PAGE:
Raleigh is facing an expanding mosquito season, increasing health risks from disease transmission.

North Carolina has seen a rise in mosquito activity, putting residents at a higher risk of vector-borne diseases. According to Michael Reiskind, an entomology professor at North Carolina State University, the longer mosquito season is due to factors such as climate change, land use changes, and invasive species. This has resulted in a significantly different mosquito landscape compared to several decades ago.

Recent studies by Climate Central show that the Southeast region, including North Carolina, experiences the most annual mosquito days, accounting for nearly 60% of the year. The Raleigh area has seen an increase of 27 more days since 1979 with conditions favorable for mosquito activity. This increase in mosquito presence raises concerns about the spread of diseases like West Nile and Zika, posing a threat to public health.

In 2023, North Carolina reported almost 900 cases of illnesses transmitted by ticks and mosquitoes. To raise awareness about the risks of vector-borne diseases, the North Carolina Department of Health launched a “Fight the Bite” campaign during Tick and Mosquito Awareness Month in April. The campaign aims to educate residents about preventive measures they can take to protect themselves from mosquito-borne illnesses.

Experts recommend taking steps to reduce the risk of mosquito-borne diseases such as using insect repellent with DEET, wearing protective clothing, and installing or repairing window screens. Additionally, the “Tip and Toss” method can help eliminate mosquito breeding sites by emptying standing water from various sources at least once a week. It is advised to consult with healthcare professionals or local health departments before traveling to areas where exotic mosquito-borne diseases are prevalent to ensure proper precautions are taken.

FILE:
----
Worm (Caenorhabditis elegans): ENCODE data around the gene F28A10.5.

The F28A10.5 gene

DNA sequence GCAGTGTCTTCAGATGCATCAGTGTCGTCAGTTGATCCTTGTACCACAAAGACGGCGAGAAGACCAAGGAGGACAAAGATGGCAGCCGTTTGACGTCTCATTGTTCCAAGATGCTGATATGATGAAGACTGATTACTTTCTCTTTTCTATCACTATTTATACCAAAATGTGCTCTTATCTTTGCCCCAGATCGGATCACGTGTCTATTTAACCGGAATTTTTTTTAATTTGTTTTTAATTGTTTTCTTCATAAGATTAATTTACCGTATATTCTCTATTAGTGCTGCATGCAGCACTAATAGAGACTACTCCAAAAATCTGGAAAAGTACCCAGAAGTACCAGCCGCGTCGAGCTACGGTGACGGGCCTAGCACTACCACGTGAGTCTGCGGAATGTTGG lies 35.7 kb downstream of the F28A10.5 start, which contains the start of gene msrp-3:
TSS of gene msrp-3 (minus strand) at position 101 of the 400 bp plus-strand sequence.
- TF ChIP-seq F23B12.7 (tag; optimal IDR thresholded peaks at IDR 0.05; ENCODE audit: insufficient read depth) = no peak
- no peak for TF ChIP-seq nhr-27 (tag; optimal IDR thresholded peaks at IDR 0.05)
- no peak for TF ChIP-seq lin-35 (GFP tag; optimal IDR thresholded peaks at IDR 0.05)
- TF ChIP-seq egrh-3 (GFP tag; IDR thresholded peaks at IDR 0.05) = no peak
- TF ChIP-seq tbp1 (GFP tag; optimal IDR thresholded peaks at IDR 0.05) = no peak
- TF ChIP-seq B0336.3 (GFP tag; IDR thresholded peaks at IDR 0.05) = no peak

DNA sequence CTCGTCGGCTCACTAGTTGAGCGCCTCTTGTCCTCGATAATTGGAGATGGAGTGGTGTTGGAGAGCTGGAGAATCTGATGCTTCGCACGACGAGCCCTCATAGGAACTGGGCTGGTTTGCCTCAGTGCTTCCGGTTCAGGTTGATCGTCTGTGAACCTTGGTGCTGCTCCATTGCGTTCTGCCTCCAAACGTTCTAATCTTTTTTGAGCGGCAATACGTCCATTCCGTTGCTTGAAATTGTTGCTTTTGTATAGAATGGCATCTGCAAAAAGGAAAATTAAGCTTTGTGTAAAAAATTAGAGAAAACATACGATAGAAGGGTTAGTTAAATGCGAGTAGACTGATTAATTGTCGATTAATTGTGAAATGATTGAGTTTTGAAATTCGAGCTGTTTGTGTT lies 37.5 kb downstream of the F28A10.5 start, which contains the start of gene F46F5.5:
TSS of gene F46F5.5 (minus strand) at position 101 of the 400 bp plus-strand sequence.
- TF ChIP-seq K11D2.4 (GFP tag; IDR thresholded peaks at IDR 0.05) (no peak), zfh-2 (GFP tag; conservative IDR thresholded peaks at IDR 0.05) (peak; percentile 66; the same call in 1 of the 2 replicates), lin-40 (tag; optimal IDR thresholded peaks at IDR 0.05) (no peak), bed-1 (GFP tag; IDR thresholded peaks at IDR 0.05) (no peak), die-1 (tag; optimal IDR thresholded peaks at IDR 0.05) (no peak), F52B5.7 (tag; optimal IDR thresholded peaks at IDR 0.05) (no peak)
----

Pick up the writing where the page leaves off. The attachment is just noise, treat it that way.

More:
The longer mosquito season is due to factors such as climate change and land use changes that have led to an increase in standing water sources which serve as breeding grounds for these pests. Invasive species also play a role in this phenomenon.

The Southeast region is particularly vulnerable due to its high levels of annual “mosquitodays” which account for nearly 60% of the year compared with other regions in the country.

In recent years there has been an increase in cases of West Nile virus and Zika virus transmission across North Carolina which highlights the need for greater awareness around vector-borne disease prevention.

To combat these issues experts advise taking steps such as using insect repellent with DEET when outdoors during peak hours when these pests are most active.

Additionally wearing protective clothing like long sleeves and pants can help prevent bites while being outdoors.

Installing or repairing window screens can also help prevent unwanted guests from entering your home.

Finally regularly checking standing water sources around your property like birdbaths or flowerpots can help eliminate breeding sites for these pests.

By Sophia Gonzalez

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